Professor Martin Hendry

Report by John Galloway

On Tuesday the 25th of October, pupils from local secondary schools in North Lanarkshire, studying Physics at Higher level, attended a lecture at Our Lady’s High School from Martin Hendry, Professor of Gravitational Astrophysics and Cosmology in the School of Physics and Astronomy at the University of Glasgow.  Professor Hendry’s lecture consisted of information regarding Gravitational Waves, Dark Energy and The fundamentals of Albert Einstein’s Theory of Relativity. Hendry’s efforts in Astrophysics and Cosmology have allowed him ,and the team at The Laser Interferometer Gravitational-Wave Observatory (LIGO), to accomplished the great feat of helping confirm Einstein’s theory of Gravitation. In detecting evidence that Einstein’s theory is correct, they have further increased our understanding of the universe and the ways in which time, matter and space ,as we perceive them, operate. Professor Hendry’s efforts and enthusiasm in physics are sure to inspire a new generation of physicists who will eagerly further our knowledge of the universe.

The Lecture began with an introduction into the fundamentals of Einstein’s theory of  Relativity. Einstein’s theory gives light to the idea that the laws of physics are the same for stationary observers, and the speed of light in a vacuum is independent of the movement of observers. Hendry explained the ways in which Einstein’s theory allowed a perception of time and space to be created and the ways in which the universe ,as we know it, can be distorted by cataclysmic events;  The formation of a neutron stars, supernova explosions and the collisions of black holes. Professor Hendry continued his lecture by giving a brief account of dark energy and dark matter, and the effects of this undiscovered matter and energy in our universe. Dark Energy is theorised to be a form of energy which sort of opposes gravity and causes the universe to expand at an exponential rate. At this current moment, dark matter and dark energy are unexplained but with the recent discovery of gravitational waves it it’s thought that further discoveries in this perplexing field may be uncovered. This led Professor Hendry to his key talking point of the lecture; the discovery of Gravitational waves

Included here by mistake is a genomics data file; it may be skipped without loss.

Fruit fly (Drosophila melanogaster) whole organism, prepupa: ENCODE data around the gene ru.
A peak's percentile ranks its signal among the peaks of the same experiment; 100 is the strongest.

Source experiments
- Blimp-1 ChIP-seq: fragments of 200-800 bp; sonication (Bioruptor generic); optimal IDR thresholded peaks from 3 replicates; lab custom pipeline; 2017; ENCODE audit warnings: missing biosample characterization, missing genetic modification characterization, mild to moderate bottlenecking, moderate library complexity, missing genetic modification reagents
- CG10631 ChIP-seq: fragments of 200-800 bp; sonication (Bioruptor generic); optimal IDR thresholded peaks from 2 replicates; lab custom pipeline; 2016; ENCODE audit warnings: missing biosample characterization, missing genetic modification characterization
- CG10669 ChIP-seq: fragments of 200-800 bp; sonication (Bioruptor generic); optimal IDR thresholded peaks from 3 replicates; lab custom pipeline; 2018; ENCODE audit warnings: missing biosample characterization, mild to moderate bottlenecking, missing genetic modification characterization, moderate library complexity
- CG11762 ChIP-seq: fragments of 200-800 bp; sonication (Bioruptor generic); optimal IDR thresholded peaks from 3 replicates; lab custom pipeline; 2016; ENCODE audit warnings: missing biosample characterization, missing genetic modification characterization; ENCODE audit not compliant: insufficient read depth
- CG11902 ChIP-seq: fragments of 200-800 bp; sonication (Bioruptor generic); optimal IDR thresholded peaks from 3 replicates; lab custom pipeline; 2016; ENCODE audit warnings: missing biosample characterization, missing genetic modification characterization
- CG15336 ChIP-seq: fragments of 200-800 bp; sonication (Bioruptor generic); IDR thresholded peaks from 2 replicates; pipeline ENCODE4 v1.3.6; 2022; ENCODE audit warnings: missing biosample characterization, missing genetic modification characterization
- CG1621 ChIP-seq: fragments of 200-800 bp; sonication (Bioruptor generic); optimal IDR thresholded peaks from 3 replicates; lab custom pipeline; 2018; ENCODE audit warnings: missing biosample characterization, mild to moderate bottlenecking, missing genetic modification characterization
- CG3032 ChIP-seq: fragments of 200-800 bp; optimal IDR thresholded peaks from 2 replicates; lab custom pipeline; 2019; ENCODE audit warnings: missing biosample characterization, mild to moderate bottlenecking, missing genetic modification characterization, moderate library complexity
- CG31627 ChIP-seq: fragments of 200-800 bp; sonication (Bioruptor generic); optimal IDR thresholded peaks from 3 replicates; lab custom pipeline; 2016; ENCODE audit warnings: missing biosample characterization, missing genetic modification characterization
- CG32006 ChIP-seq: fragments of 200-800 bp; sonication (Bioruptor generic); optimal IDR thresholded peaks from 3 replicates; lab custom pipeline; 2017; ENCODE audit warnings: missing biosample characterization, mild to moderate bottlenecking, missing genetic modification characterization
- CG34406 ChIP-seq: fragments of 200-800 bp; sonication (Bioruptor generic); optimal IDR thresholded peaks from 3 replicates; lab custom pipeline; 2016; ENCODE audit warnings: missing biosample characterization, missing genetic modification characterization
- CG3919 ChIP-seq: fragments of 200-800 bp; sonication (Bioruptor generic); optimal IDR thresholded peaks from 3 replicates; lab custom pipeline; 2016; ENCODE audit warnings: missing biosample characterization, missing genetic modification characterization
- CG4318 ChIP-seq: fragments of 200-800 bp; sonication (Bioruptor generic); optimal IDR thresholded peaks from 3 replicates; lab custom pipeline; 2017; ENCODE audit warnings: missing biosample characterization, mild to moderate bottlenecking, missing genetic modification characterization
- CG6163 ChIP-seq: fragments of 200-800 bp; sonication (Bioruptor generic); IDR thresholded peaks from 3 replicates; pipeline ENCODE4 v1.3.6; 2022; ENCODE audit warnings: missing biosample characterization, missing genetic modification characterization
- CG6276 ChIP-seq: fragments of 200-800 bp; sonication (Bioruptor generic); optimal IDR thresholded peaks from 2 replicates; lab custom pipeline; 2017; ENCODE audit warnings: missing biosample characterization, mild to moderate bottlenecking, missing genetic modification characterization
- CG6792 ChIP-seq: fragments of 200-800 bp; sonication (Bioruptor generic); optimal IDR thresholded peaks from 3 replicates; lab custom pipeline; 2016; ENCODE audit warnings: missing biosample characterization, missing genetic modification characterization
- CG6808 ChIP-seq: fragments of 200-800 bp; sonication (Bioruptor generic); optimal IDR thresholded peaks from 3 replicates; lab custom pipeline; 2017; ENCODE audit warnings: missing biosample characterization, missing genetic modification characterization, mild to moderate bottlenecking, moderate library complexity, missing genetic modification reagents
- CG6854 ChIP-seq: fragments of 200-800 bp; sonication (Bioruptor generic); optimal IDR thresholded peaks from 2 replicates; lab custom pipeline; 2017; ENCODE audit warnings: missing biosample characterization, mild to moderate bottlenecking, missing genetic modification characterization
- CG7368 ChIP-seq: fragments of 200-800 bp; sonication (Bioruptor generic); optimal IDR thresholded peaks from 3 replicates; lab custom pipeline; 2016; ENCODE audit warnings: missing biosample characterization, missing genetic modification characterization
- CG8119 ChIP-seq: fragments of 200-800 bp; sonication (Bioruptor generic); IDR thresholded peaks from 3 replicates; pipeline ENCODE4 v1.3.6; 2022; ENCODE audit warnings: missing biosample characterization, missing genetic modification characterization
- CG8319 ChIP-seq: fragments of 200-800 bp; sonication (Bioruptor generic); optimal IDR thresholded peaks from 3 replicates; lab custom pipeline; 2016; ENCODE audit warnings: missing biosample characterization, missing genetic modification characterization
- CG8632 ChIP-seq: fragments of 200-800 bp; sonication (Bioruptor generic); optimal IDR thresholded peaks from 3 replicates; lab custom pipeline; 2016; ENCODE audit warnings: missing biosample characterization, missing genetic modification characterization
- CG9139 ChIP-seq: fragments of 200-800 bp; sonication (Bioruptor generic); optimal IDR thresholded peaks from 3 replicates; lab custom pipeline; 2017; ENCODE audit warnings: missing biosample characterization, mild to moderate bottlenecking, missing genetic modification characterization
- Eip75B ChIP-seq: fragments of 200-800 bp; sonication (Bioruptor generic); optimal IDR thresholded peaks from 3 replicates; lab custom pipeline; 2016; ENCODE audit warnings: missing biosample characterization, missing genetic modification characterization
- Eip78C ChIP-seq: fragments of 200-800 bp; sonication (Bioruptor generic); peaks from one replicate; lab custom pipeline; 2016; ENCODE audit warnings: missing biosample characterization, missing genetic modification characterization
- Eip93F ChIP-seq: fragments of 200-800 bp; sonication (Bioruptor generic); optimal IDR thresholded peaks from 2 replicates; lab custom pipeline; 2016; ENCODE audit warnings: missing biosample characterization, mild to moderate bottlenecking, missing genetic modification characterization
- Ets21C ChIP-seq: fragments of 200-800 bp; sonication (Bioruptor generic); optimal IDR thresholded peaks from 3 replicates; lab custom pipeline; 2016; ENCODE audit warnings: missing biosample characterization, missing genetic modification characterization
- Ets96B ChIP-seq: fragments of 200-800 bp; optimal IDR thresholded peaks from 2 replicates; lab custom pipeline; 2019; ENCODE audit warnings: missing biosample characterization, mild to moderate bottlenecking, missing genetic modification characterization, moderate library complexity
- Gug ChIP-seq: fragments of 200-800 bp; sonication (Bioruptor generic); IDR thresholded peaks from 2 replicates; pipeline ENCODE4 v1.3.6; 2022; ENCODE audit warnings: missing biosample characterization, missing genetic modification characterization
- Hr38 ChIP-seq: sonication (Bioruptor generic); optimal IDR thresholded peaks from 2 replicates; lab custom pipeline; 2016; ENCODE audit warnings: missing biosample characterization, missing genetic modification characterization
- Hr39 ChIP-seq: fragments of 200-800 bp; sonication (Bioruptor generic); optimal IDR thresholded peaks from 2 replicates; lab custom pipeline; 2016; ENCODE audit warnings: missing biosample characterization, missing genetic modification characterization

Gravitational waves are distortions in the fabric of space and time given out during high energy events in our universe. During these high energy events, ‘ripples’ of gravitational waves are emitted and travel at the speed of light a little bit like dropping a pebble into a pond. Professor Hendry and the team at LIGO developed and improved the technology used to detect these miniscule distortions in space-time. By reducing uncertainty in the collected data and improving the sensitivity of the equipment used it led to the discovery of gravitational waves early this year. The discovery of these waves is characterised by a chirping sound which Professor Hendry so eloquently recreated. Hendry and the team at LIGO did what many Physicists thought was impossible, to prove Einstein’s theory. There are increasing detections of gravitational waves with more being discovered each year. Furthermore, Hendry discussed the further implications of Gravitational waves and the extent of how ground-breaking this discovery of gravitational waves are in the world of physics.

It is possible that the team at LIGO may be in the running for the Nobel Prize in Physics. On behalf of all the pupils who attended Professor Hendry’s lecture, we would like to thank him for his time and entertaining talk and to wish him and the Team at LIGO every success.


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